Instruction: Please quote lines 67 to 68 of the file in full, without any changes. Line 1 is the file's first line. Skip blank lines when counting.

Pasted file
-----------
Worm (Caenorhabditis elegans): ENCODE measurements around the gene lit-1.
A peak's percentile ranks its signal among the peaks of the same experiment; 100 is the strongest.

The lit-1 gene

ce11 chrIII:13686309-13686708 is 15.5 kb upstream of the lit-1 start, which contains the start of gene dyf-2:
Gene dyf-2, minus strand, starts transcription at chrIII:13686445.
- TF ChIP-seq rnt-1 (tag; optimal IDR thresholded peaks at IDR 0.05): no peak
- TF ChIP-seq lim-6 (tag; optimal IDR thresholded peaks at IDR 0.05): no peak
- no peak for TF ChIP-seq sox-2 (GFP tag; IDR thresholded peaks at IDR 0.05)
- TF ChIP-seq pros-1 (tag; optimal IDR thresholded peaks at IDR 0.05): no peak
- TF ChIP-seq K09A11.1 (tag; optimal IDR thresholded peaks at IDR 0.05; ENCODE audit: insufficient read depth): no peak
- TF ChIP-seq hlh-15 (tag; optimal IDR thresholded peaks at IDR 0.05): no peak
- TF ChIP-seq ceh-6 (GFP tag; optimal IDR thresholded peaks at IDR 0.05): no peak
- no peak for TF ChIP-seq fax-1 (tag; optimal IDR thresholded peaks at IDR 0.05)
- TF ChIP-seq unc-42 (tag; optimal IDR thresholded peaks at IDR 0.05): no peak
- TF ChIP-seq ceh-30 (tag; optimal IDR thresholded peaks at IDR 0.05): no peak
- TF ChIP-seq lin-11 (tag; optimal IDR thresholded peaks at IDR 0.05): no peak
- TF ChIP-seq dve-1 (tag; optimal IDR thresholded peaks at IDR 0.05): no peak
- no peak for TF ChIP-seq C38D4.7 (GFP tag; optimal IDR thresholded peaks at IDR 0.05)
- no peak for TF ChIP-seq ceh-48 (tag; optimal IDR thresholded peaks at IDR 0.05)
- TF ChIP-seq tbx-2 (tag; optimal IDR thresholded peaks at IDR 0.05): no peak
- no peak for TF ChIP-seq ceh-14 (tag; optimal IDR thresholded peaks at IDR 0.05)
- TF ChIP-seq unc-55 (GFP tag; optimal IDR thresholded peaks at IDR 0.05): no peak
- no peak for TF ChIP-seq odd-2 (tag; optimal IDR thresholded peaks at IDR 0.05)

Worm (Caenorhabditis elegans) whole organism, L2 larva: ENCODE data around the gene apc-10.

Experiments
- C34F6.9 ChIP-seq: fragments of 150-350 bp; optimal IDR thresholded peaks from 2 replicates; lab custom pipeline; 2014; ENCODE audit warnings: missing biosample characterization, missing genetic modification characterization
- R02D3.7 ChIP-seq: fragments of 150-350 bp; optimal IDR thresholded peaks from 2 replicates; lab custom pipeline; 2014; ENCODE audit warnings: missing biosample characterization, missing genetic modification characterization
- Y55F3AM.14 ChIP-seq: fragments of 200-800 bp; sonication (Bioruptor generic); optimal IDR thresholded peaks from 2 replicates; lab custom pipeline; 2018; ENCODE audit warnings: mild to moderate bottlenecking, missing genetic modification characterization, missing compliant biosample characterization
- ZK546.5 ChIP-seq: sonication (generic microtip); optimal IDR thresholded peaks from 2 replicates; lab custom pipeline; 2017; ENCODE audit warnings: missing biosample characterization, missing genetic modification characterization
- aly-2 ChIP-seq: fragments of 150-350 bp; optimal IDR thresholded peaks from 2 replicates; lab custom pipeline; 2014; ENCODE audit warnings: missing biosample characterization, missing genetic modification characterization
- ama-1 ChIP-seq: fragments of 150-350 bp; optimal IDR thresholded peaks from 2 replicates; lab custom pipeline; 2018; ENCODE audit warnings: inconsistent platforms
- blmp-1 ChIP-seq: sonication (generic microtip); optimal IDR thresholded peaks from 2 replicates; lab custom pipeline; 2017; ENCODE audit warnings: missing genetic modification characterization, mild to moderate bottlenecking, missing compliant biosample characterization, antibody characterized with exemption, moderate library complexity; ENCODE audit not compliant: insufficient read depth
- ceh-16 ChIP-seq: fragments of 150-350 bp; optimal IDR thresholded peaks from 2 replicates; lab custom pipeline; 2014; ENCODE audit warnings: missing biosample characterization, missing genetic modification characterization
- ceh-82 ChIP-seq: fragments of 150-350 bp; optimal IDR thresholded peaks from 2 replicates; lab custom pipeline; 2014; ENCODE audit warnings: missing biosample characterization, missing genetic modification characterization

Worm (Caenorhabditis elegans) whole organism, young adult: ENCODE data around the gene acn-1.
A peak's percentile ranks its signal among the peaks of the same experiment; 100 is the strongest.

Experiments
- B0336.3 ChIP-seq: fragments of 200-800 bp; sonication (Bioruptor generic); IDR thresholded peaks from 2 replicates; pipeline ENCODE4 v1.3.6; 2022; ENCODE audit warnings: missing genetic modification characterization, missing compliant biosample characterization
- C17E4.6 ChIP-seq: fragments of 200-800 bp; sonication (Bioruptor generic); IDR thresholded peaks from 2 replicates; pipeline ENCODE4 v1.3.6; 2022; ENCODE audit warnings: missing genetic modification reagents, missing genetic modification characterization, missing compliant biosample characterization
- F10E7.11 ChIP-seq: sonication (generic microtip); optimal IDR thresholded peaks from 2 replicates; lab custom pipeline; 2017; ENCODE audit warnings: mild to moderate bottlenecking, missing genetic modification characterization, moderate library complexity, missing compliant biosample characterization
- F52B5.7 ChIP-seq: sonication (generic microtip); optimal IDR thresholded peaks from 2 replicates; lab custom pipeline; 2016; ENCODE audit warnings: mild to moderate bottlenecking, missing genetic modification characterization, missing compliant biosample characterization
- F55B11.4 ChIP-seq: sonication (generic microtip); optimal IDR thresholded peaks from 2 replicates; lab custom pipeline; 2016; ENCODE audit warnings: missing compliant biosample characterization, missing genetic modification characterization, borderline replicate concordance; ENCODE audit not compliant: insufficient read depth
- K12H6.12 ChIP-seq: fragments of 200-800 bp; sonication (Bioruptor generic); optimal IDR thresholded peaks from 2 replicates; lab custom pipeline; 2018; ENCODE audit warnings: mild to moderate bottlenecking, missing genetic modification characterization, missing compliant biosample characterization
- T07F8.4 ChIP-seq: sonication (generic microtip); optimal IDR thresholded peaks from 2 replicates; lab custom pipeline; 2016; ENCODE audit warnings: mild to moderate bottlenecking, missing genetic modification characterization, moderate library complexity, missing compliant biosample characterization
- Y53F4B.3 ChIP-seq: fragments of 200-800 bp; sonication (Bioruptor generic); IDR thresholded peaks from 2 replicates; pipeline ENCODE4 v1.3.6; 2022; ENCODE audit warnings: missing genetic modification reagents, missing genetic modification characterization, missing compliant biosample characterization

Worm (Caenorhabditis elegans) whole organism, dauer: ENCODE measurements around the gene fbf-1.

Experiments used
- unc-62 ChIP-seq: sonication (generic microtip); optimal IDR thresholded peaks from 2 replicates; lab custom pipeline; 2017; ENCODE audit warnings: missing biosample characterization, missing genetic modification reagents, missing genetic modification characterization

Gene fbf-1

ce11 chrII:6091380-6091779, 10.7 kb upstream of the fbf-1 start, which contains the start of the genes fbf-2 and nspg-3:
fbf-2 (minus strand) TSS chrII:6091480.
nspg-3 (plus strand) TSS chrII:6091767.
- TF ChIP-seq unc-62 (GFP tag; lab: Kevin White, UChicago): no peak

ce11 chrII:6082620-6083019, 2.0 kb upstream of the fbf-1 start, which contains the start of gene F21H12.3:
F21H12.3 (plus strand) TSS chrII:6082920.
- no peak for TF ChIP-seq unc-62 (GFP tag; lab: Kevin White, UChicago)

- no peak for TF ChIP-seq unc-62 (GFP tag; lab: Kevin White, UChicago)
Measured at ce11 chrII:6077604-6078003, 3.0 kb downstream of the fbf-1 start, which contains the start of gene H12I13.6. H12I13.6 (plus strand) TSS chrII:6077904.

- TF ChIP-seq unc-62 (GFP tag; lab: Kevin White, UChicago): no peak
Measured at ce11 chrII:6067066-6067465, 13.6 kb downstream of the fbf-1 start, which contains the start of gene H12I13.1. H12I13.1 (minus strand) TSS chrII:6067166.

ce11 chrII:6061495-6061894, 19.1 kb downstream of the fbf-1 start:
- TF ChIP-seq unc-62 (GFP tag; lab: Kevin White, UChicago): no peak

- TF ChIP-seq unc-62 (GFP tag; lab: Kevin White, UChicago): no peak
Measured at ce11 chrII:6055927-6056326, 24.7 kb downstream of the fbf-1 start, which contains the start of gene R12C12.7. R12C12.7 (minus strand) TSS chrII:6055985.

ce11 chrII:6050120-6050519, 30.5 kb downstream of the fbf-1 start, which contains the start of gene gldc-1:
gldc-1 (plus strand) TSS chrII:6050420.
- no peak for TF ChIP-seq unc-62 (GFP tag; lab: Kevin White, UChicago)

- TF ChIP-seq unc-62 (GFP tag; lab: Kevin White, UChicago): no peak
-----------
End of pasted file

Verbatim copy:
- no peak for TF ChIP-seq unc-62 (GFP tag; lab: Kevin White, UChicago)

- TF ChIP-seq unc-62 (GFP tag; lab: Kevin White, UChicago): no peak